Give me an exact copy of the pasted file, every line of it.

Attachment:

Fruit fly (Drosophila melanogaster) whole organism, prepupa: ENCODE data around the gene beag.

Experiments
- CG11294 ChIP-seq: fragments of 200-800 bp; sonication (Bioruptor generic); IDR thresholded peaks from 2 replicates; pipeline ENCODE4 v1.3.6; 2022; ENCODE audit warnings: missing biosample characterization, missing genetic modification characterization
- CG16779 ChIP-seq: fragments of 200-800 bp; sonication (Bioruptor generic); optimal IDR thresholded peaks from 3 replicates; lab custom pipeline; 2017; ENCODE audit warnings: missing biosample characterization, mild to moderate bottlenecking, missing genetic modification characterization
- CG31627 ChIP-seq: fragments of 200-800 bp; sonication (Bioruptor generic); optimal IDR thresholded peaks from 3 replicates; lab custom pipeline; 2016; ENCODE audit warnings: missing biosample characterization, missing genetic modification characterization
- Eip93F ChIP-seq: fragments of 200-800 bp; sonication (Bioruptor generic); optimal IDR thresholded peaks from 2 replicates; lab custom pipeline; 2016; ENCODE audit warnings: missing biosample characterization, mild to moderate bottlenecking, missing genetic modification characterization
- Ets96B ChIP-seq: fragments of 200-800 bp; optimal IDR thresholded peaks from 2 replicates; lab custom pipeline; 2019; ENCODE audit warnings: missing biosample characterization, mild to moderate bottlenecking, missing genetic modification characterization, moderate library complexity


Fruit fly (Drosophila melanogaster) whole organism, prepupa: ENCODE data around the gene beag.

Experiments
- CG11294 ChIP-seq: fragments of 200-800 bp; sonication (Bioruptor generic); IDR thresholded peaks from 2 replicates; pipeline ENCODE4 v1.3.6; 2022; ENCODE audit warnings: missing biosample characterization, missing genetic modification characterization
- CG16779 ChIP-seq: fragments of 200-800 bp; sonication (Bioruptor generic); optimal IDR thresholded peaks from 3 replicates; lab custom pipeline; 2017; ENCODE audit warnings: missing biosample characterization, mild to moderate bottlenecking, missing genetic modification characterization
- CG31627 ChIP-seq: fragments of 200-800 bp; sonication (Bioruptor generic); optimal IDR thresholded peaks from 3 replicates; lab custom pipeline; 2016; ENCODE audit warnings: missing biosample characterization, missing genetic modification characterization
- Eip93F ChIP-seq: fragments of 200-800 bp; sonication (Bioruptor generic); optimal IDR thresholded peaks from 2 replicates; lab custom pipeline; 2016; ENCODE audit warnings: missing biosample characterization, mild to moderate bottlenecking, missing genetic modification characterization
- Ets96B ChIP-seq: fragments of 200-800 bp; optimal IDR thresholded peaks from 2 replicates; lab custom pipeline; 2019; ENCODE audit warnings: missing biosample characterization, mild to moderate bottlenecking, missing genetic modification characterization, moderate library complexity